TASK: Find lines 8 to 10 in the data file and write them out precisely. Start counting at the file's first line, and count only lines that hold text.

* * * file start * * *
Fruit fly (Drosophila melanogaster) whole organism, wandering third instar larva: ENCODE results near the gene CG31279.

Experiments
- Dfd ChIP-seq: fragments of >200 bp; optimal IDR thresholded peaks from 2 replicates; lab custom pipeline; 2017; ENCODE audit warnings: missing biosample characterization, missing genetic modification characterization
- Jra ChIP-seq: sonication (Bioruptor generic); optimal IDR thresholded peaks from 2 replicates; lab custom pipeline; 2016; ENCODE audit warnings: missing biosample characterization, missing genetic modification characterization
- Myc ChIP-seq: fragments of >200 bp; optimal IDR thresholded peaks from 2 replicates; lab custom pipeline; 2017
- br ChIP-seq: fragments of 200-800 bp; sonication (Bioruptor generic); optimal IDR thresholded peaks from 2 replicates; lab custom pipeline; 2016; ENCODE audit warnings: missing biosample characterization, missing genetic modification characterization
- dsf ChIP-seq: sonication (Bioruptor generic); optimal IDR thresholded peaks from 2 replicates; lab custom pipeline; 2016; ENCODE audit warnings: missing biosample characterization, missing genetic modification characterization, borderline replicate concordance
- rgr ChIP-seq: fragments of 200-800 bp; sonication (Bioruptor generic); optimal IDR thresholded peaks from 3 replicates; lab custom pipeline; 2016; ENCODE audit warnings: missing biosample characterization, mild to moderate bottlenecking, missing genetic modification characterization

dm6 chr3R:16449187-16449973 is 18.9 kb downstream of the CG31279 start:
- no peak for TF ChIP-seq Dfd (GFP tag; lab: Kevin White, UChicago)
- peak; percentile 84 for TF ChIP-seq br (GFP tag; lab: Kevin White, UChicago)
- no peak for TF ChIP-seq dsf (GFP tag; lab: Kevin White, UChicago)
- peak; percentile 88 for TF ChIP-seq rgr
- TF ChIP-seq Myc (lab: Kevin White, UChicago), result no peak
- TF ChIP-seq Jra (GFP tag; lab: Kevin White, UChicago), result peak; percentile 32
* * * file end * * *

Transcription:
- rgr ChIP-seq: fragments of 200-800 bp; sonication (Bioruptor generic); optimal IDR thresholded peaks from 3 replicates; lab custom pipeline; 2016; ENCODE audit warnings: missing biosample characterization, mild to moderate bottlenecking, missing genetic modification characterization

dm6 chr3R:16449187-16449973 is 18.9 kb downstream of the CG31279 start:
- no peak for TF ChIP-seq Dfd (GFP tag; lab: Kevin White, UChicago)